Feb 13–Mar 16
On these dates, enjoy reduced admission ($19 adults; $14 seniors and students) and see Fast Forward and Human Interest. Two floors are closed as we prepare for the 2017 Biennial.
For each exhibition, Whitney educators think about how to make art accessible for all visitors. The Museum offers Verbal Description and Touch Tours for visitors who are blind or partially-sighted. Educators leading the tours are trained to provide a comprehensive description of all the visual elements of a work of art including size, color, shape, and placement, while also offering relevant contextual information about the artist, artistic style, and time period. Working in tandem with the Whitney’s Conservation Department, Education staff identifies artworks that may be touched gently by visitors wearing gloves, allowing them to get a better sense of the object through tactile exploration. But what happens when a work is deemed too fragile to touch? Whenever possible, the educators provide some kind of hands-on experience that will add to the visitors’ understanding of the work. This was the case for Eva Hesse’s sculpture, No Title (1970), on view in the exhibition Singular Visions through August 5, 2012.
The rope that comprises Hesse’s sculpture at first seemed knotted, or purposely tangled, but closer examination revealed that the rope has been coated in latex and that the sticky nature of the medium has caused the rope to stick together in various spots over time. The latex, however, has hardened and become extremely brittle and delicate over time, therefore it cannot be touched. As the Access and Community Programs summer intern, I learned how to deal with situations like this creatively and effectively. I was given the task of making a reproduction of Hesse’s sculpture that could be easily handled in the gallery. Without knowing it, I would be recreating Hesse’s process on a smaller scale.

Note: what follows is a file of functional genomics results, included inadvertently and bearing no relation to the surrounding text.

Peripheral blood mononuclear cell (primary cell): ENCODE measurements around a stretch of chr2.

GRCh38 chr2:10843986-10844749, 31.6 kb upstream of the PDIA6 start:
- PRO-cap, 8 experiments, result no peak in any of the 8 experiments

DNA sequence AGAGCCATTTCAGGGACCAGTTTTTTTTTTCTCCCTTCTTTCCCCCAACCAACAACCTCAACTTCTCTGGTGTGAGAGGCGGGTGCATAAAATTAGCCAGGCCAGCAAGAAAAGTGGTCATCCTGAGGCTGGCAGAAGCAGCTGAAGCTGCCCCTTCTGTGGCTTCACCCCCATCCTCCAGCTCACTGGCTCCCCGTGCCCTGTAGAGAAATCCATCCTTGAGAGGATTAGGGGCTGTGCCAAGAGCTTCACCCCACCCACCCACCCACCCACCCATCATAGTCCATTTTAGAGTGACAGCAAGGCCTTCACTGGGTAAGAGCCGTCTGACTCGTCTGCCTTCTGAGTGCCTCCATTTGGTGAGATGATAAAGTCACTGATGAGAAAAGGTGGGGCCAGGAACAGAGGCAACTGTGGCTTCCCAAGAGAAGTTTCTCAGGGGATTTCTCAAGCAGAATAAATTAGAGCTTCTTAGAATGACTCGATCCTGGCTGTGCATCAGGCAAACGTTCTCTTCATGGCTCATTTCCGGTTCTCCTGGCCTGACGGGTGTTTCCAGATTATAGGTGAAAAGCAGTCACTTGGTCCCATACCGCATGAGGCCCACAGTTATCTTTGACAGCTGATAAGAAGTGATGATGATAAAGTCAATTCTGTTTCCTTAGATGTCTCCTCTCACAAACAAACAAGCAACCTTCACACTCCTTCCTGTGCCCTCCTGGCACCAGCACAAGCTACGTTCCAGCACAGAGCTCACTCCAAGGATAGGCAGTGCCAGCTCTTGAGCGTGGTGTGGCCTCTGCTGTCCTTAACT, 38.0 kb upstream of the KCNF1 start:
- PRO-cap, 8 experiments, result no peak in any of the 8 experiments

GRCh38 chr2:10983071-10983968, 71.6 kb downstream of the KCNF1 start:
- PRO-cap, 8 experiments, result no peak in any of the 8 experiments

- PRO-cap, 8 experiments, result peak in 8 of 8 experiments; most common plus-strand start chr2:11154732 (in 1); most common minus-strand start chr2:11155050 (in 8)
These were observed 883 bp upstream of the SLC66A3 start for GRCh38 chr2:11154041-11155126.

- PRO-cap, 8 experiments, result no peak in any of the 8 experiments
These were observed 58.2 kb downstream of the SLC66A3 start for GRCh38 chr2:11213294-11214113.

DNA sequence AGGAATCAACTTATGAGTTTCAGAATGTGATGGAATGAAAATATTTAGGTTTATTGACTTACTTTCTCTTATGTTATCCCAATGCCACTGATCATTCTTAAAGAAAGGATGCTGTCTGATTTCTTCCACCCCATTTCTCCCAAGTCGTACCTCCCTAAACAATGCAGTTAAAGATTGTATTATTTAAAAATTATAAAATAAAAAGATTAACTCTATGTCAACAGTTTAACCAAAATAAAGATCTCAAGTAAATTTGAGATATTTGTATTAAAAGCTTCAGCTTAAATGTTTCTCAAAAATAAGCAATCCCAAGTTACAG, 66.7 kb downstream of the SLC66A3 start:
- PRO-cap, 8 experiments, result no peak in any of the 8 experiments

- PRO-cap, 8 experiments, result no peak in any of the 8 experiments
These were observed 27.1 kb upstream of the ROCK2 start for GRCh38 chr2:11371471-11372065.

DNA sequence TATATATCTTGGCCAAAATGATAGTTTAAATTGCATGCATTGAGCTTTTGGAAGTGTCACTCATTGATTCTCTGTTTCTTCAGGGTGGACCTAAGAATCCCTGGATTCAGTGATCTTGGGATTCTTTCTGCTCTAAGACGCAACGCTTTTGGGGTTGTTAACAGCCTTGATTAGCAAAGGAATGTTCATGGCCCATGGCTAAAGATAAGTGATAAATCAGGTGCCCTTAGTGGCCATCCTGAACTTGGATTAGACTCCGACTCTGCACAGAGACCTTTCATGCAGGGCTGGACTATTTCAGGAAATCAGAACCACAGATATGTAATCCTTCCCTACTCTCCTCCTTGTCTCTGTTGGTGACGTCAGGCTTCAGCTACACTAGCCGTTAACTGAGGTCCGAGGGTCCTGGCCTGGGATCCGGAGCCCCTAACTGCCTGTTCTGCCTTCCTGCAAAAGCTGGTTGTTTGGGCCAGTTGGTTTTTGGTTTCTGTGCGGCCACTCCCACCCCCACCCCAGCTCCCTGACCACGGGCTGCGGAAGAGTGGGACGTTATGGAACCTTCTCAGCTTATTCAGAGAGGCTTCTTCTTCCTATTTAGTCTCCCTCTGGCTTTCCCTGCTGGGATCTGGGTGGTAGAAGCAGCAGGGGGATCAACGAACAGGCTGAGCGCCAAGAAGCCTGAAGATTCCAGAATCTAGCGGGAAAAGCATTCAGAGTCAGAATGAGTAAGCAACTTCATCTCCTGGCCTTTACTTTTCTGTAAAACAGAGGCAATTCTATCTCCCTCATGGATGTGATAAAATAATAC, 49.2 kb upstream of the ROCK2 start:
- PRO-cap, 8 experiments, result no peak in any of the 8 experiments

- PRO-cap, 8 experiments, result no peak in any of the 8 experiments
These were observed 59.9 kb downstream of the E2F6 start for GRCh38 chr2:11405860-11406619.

I cut up ten, ruler-sized pieces of rope and dipped them into a small bucket of latex I had purchased at the art supply store. The liquid latex was thick, making it difficult to push the rope in. I had to use my glove-covered fingers to completely submerge them. Then, to dry them, I fashioned a makeshift clothesline between two chairs and hung the pieces with binder clips. However, they kept swinging into each other and sticking to each other–I had to pull them apart several times before feeling confident that they would not fuse together overnight. When the pieces were dry, the latex created a smooth layer which took the shape of the rope but also completely covered its rough-hewn, sinewy texture.
On June 28, participants gathered for a tour of Singular Visions. During the tour, part of the educator’s verbal description included a discussion of how Hesse made the original No Title (1970). With the help of assistants, Hesse dipped bunches of rope into a large bucket of latex, then spread them out and hung them to dry. Hesse, unlike me, then let the latex take control, which resulted in all the tangles and fusions in the rope.
During the tour, as the educator described the sculpture and Hesse’s technique, we circulated the latex-dipped ropes for people to feel the sticky, spongy, rubbery quality of the latex and how it covered and altered the rope. I came away from this experience with a better understanding of Hesse’s process, and the realization that in order for visitors who are blind and partially sighted to gain total access to a work, it is imperative to provide information about how a piece looks, what it is made of, what it feels like, and how it was made.
Lizzie Bryson, Access and Community Programs Intern